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* Posts by Steven Roper

1207 posts • joined 10 May 2011

Is this the first ever web page? If not, CERN would like to know

Steven Roper
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Re: Surely this is all recorded

If that were true, then the Wayback machine would itself be the first website in existence, no?

Remember, a time machine cannot travel back before the time it was created and all that...

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Quid-a-day nosh challenge hack in bullet-hard chickpea drama

Steven Roper
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Re: Last all week?

Remember the old childrens' nursery rhyme?

Pease porridge hot

Pease porridge cold

Pease porridge in the pot

Nine days old.

What Lester has cooked up here is essentially "pease porridge". It doesn't go off as long as you keep it on the slow boil at least some of the time. It might start getting a bit manky after nine days, but it would still be edible if not palatable!

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How Google lost the trust of Europe’s data protection authorities

Steven Roper
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Re: Evil Robots

"Meantime, we need to change our laws such that any information obtained in violation of reasonable expectations of privacy is not usable."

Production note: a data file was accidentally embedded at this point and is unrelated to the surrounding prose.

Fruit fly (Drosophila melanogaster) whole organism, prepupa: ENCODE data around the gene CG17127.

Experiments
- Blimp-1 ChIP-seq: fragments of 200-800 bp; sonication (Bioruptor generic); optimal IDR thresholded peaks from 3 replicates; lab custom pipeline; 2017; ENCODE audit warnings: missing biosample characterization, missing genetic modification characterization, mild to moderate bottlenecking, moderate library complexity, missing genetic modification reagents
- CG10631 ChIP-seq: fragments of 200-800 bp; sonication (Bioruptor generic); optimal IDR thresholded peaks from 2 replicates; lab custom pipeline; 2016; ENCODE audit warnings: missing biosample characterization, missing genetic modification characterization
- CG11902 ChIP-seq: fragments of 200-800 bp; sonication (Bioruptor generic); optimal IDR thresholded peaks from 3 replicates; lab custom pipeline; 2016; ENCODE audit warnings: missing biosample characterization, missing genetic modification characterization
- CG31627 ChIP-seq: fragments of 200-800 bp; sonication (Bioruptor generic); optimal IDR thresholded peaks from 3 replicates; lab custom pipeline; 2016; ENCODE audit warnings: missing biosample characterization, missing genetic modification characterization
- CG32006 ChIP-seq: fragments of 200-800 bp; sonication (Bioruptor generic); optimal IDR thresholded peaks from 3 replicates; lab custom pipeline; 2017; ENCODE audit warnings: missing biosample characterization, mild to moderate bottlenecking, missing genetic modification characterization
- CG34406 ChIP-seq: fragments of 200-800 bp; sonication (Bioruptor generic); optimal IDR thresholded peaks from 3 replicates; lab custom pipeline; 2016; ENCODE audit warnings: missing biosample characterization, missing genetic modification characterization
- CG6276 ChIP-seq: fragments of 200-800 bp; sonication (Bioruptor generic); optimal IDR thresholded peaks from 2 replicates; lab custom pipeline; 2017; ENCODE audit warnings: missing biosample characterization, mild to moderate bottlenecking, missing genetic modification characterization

I agree with your post in principle, and absolutely support your views concerning privacy, but to play devil's advocate in relation to this quote, would you still say that if a man who raped your daughter walked away scot-free on a technicality because the video catching him in the act was declared inadmissible due to "surveillance without judicial oversight?"

Many lambast the courts and justice system for just this kind of scenario; a criminal walking free because of legal technicalities is exactly the kind of thing that gets normally reasonable people screaming about judges slapping wrists and howling for lynch mobs and vigilante justice.

The internet combined with cheap plentiful digital cameras and the kind of data aggregation provided by companies like Google, has opened a Pandora's box full of very frightening possibilities. At what point do our freedoms and rights of privacy trump the ability of the justice system to put thugs behind bars? At what point does the ability of the justice system to impose the rule of law trump our rights and freedoms?

Now any regulars on this forum who have seen my posts know my stance on the importance of freedom and privacy and my often vitriolic defence of them. I absolutely agree with the points you made in your post, yet the issues I've raised here must also be addressed if we are to have any hope of actually retaining the freedom and privacy we both value so highly.

I don't pretend to have a solution. But whatever solution we come up with must somehow encompass accountability and responsibility as well as freedom and privacy.